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Wild chimpanzees are infected by Trypanosoma brucei.

Jirků M, Votýpka J, Petrželková KJ, Jirků-Pomajbíková K, Kriegová E, Vodička R, Lankester F, Leendertz SA, Wittig RM, Boesch C, Modrý D, Ayala FJ, Leendertz FH, Lukeš J - Int J Parasitol Parasites Wildl (2015)

Bottom Line: Although wild chimpanzees and other African great apes live in regions endemic for African sleeping sickness, very little is known about their trypanosome infections, mainly due to major difficulties in obtaining their blood samples.The optimized technique of trypanosome detection in feces will improve our knowledge about the epidemiology of trypanosomes in primates and possibly also other endangered mammals, from which blood and tissue samples cannot be obtained.Finally, we demonstrated that the mandrill serum was able to efficiently lyse T. b. brucei and T. b. rhodesiense, and to some extent T. b. gambiense, while the chimpanzee serum failed to lyse any of these subspecies.

View Article: PubMed Central - PubMed

Affiliation: Institute of Parasitology, Biology Centre of the Czech Academy of Sciences, České Budějovice (Budweiss), Czech Republic ; Faculty of Sciences, University of South Bohemia, České Budějovice (Budweiss), Czech Republic.

ABSTRACT
Although wild chimpanzees and other African great apes live in regions endemic for African sleeping sickness, very little is known about their trypanosome infections, mainly due to major difficulties in obtaining their blood samples. In present work, we established a diagnostic ITS1-based PCR assay that allows detection of the DNA of all four Trypanosoma brucei subspecies (Trypanosoma brucei brucei, Trypanosoma brucei rhodesiense, Trypanosoma brucei gambiense, and Trypanosoma brucei evansi) in feces of experimentally infected mice. Next, using this assay we revealed the presence of trypanosomes in the fecal samples of wild chimpanzees and this finding was further supported by results obtained using a set of primate tissue samples. Phylogenetic analysis of the ITS1 region showed that the majority of obtained sequences fell into the robust T. brucei group, providing strong evidence that these infections were caused by T. b. rhodesiense and/or T. b. gambiense. The optimized technique of trypanosome detection in feces will improve our knowledge about the epidemiology of trypanosomes in primates and possibly also other endangered mammals, from which blood and tissue samples cannot be obtained. Finally, we demonstrated that the mandrill serum was able to efficiently lyse T. b. brucei and T. b. rhodesiense, and to some extent T. b. gambiense, while the chimpanzee serum failed to lyse any of these subspecies.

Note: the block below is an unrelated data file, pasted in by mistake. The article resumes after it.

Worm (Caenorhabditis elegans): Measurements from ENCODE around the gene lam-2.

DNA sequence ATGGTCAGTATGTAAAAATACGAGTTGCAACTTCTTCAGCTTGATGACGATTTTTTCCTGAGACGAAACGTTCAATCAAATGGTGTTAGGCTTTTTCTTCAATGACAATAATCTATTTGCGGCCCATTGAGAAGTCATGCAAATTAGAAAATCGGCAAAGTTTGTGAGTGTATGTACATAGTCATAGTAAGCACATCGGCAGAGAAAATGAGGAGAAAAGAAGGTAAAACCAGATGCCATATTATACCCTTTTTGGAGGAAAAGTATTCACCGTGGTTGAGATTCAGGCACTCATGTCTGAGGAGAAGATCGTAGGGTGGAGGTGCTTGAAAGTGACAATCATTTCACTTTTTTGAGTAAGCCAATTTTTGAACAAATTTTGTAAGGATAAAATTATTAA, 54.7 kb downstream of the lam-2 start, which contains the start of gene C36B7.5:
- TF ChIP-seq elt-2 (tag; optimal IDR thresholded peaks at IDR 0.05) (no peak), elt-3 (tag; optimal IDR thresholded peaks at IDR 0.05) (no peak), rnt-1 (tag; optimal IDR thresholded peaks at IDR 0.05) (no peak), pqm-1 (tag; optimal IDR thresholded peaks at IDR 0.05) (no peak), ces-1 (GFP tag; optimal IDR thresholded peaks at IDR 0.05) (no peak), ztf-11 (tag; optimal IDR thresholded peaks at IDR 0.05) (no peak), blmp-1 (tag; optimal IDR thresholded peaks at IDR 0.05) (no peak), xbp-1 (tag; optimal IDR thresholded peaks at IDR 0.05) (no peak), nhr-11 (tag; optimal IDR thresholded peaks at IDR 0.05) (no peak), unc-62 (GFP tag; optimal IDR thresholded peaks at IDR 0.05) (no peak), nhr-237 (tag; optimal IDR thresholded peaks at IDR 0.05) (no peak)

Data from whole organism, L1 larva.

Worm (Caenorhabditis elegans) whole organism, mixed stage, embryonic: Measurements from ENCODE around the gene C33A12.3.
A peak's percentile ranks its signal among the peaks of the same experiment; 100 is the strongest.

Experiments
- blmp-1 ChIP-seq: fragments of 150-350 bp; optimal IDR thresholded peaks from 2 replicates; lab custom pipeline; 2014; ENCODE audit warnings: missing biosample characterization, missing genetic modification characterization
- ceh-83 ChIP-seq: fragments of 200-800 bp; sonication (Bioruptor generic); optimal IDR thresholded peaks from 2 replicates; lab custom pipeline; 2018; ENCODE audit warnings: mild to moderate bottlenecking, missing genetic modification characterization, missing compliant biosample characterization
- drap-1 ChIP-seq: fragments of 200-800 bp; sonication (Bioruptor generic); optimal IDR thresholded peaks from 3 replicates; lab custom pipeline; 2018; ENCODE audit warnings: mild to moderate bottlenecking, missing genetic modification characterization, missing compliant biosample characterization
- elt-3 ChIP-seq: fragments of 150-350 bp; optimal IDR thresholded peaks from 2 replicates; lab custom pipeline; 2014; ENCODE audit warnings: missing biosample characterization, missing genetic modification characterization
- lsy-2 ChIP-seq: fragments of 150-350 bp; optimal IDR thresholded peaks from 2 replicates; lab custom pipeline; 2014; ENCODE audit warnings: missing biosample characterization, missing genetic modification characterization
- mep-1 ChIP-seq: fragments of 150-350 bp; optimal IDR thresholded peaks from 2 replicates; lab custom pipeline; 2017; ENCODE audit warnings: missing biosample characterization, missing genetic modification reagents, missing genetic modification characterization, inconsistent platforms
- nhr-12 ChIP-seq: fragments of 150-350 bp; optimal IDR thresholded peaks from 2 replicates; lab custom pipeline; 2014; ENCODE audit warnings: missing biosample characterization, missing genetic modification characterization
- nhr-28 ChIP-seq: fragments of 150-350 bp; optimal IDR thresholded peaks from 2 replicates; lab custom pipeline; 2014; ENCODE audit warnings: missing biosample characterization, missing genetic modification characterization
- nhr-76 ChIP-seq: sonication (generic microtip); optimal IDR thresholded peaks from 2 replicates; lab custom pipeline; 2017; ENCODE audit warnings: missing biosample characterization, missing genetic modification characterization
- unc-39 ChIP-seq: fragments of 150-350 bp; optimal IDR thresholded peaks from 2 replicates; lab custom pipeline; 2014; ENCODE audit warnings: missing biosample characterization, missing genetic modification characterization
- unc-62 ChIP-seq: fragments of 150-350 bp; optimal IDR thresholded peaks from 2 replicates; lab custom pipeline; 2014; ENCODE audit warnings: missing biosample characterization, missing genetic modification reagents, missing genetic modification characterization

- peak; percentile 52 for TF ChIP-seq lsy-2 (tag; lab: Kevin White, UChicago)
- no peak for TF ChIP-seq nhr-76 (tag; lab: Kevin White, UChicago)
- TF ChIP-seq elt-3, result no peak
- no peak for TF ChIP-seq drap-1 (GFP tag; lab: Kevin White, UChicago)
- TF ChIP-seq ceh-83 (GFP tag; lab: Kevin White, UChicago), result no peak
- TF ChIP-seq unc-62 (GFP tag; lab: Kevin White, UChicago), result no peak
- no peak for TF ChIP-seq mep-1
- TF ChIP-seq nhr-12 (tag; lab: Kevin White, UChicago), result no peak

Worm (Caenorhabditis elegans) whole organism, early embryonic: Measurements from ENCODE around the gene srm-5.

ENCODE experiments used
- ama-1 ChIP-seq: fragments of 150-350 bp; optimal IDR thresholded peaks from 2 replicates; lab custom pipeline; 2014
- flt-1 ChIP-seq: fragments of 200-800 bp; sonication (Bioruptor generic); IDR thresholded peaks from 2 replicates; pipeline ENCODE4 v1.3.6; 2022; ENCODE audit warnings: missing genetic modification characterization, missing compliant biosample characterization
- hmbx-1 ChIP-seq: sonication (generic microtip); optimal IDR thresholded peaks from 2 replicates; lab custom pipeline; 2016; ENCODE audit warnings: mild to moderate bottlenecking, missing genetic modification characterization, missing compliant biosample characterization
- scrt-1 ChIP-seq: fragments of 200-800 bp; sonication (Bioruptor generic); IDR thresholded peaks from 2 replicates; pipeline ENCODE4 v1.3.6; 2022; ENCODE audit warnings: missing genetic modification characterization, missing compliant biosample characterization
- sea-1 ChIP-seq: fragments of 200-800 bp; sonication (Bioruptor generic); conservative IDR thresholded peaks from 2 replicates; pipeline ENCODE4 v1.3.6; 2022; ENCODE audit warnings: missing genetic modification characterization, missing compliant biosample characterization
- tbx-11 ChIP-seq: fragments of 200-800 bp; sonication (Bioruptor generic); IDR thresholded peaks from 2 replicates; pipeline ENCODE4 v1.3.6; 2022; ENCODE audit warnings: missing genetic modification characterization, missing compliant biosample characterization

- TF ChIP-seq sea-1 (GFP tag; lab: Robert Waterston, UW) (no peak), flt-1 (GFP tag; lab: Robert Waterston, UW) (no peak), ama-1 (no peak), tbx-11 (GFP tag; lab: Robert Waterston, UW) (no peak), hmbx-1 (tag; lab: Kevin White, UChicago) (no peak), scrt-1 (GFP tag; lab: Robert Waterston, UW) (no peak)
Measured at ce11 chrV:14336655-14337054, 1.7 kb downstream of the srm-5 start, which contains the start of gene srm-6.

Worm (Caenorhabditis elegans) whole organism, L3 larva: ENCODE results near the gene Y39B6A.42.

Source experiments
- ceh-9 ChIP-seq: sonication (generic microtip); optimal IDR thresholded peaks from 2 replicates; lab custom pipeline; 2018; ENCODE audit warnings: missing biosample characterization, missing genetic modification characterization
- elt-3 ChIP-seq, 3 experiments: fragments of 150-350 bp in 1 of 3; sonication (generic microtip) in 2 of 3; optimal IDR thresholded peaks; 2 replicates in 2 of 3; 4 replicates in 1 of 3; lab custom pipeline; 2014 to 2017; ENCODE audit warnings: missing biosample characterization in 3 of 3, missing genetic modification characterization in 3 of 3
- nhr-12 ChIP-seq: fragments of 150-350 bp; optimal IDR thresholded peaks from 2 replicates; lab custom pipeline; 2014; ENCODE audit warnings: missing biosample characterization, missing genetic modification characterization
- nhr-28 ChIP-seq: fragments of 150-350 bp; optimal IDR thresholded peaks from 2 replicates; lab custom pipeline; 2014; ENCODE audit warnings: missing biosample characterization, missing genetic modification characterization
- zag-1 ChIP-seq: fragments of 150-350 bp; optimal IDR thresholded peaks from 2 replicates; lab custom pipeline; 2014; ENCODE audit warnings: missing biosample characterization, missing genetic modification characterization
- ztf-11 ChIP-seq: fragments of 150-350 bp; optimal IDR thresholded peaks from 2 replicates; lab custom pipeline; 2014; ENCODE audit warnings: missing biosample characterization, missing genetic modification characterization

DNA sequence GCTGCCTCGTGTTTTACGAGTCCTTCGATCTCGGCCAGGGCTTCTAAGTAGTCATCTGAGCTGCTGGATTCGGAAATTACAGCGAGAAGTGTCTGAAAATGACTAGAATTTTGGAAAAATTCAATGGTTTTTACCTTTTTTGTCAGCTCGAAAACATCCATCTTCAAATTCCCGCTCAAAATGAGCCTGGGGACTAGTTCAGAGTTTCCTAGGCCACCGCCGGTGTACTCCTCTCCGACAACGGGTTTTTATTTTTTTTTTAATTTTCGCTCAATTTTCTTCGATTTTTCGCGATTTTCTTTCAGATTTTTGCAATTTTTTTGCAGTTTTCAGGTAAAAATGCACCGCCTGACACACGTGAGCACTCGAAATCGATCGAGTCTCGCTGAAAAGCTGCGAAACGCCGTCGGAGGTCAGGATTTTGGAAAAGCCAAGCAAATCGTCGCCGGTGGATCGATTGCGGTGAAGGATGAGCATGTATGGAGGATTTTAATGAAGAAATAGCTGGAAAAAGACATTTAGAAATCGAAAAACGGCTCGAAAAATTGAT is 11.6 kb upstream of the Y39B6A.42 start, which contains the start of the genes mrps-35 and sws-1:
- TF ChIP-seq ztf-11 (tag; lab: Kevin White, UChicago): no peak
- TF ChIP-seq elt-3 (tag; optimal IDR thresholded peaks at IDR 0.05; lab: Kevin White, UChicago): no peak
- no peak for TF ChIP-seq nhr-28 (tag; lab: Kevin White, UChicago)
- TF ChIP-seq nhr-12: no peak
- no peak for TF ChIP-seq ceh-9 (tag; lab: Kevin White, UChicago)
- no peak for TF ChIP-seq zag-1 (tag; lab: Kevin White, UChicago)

No MeSH data available.


Related in: MedlinePlus

Survival of trypanosomes in sera. Trypanosomes were cultivated in media with human, mandrill, barbary macaque, orangutan, spider monkey and chimpanzee sera, and their relative survival was estimated using the Alamar Blue assay. The survival was standardized using FBS, with NHS used as a positive control. The experiment was performed in triplicate, bars indicate average ± SD values.2
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dfig2: Survival of trypanosomes in sera. Trypanosomes were cultivated in media with human, mandrill, barbary macaque, orangutan, spider monkey and chimpanzee sera, and their relative survival was estimated using the Alamar Blue assay. The survival was standardized using FBS, with NHS used as a positive control. The experiment was performed in triplicate, bars indicate average ± SD values.2